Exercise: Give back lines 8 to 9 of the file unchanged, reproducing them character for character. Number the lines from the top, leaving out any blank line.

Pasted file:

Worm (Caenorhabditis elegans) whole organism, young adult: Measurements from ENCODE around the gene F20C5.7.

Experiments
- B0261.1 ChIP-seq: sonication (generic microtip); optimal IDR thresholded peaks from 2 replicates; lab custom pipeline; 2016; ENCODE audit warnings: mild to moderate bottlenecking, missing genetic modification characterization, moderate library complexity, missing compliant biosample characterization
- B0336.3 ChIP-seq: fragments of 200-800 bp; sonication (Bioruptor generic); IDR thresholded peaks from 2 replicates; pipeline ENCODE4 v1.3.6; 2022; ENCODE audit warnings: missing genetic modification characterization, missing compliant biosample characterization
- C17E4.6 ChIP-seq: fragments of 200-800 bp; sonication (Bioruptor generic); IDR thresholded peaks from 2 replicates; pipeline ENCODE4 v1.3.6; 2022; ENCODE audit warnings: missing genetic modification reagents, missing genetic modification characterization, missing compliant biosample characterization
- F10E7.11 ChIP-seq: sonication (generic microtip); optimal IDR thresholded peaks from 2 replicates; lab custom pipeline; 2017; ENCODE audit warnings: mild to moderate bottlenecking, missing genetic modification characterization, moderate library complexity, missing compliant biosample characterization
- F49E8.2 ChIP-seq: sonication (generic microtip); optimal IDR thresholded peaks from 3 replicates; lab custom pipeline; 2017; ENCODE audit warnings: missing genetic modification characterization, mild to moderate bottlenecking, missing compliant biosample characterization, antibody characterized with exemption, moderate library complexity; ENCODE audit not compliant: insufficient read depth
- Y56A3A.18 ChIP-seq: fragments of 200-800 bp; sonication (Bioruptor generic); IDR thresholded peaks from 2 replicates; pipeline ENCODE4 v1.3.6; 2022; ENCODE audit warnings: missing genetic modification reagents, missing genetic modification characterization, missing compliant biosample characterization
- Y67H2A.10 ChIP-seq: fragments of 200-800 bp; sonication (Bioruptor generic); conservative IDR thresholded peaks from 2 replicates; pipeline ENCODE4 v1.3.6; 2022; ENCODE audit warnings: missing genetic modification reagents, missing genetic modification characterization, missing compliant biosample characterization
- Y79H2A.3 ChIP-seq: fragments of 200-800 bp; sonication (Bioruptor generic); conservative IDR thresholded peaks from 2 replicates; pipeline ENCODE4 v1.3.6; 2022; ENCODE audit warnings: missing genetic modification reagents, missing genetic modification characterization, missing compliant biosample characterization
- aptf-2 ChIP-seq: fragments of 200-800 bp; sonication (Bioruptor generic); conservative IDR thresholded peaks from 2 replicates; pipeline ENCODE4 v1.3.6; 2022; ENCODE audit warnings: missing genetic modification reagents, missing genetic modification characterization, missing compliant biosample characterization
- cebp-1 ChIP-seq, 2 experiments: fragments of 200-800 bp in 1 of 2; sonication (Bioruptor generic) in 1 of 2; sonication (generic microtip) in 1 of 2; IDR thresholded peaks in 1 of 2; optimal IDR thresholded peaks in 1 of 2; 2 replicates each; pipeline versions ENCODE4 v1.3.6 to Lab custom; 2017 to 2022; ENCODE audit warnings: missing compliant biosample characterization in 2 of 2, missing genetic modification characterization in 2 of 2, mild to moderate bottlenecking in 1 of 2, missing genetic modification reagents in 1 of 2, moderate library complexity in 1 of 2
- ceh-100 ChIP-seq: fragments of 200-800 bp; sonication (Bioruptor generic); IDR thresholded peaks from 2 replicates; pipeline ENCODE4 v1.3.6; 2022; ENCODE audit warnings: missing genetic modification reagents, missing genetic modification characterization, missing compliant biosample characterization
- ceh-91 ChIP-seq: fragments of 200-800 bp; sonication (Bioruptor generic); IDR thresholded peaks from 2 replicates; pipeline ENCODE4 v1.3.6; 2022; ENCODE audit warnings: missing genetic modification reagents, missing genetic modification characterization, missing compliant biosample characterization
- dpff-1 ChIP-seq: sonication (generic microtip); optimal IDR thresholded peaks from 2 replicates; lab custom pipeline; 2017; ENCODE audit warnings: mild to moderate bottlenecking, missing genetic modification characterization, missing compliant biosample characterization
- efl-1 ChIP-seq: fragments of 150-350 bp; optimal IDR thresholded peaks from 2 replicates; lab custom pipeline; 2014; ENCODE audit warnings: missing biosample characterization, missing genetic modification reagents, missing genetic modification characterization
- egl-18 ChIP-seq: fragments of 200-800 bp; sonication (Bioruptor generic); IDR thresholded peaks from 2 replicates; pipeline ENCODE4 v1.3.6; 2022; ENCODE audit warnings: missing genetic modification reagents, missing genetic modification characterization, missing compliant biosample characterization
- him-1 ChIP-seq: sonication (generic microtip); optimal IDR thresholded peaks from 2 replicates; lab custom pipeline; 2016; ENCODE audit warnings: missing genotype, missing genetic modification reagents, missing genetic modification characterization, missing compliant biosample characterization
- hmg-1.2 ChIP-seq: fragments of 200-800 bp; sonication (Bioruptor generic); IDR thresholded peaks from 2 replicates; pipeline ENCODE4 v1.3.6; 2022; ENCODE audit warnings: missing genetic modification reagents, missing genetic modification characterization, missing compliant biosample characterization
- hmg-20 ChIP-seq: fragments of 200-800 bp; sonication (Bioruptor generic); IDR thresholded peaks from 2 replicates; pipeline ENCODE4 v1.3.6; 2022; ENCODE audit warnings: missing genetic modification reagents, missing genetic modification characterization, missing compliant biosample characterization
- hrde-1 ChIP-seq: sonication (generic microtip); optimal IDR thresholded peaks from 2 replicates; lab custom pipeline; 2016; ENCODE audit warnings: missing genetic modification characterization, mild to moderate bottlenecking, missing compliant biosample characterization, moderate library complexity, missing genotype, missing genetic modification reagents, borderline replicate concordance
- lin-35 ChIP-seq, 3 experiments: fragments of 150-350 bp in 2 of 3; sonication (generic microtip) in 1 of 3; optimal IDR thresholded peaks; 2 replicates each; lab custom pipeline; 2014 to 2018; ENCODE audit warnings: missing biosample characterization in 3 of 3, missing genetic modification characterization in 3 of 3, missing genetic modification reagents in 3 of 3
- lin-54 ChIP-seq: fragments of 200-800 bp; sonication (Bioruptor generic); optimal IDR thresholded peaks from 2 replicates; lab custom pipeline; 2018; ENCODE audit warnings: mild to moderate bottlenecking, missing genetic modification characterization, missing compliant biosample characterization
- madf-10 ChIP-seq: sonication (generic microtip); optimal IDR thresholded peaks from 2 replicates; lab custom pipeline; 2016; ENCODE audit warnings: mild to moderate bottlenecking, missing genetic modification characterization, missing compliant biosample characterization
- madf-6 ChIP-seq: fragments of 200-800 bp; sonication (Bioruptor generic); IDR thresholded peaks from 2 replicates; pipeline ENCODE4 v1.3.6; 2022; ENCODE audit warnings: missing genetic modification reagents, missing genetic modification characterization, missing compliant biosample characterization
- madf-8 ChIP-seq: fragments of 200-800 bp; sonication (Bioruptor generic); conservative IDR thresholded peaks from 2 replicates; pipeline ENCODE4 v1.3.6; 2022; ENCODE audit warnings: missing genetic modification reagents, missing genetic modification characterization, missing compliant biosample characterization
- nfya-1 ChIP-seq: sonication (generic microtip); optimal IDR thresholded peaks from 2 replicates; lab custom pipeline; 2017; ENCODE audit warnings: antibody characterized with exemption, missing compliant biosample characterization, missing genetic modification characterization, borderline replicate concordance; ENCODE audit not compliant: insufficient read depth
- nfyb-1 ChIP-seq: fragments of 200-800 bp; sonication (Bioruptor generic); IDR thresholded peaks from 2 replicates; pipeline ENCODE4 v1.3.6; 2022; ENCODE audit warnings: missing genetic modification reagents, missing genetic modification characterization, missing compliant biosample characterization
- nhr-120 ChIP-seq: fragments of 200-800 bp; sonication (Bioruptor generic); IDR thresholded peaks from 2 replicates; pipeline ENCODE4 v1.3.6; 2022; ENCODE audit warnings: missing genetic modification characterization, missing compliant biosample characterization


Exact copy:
- Y56A3A.18 ChIP-seq: fragments of 200-800 bp; sonication (Bioruptor generic); IDR thresholded peaks from 2 replicates; pipeline ENCODE4 v1.3.6; 2022; ENCODE audit warnings: missing genetic modification reagents, missing genetic modification characterization, missing compliant biosample characterization
- Y67H2A.10 ChIP-seq: fragments of 200-800 bp; sonication (Bioruptor generic); conservative IDR thresholded peaks from 2 replicates; pipeline ENCODE4 v1.3.6; 2022; ENCODE audit warnings: missing genetic modification reagents, missing genetic modification characterization, missing compliant biosample characterization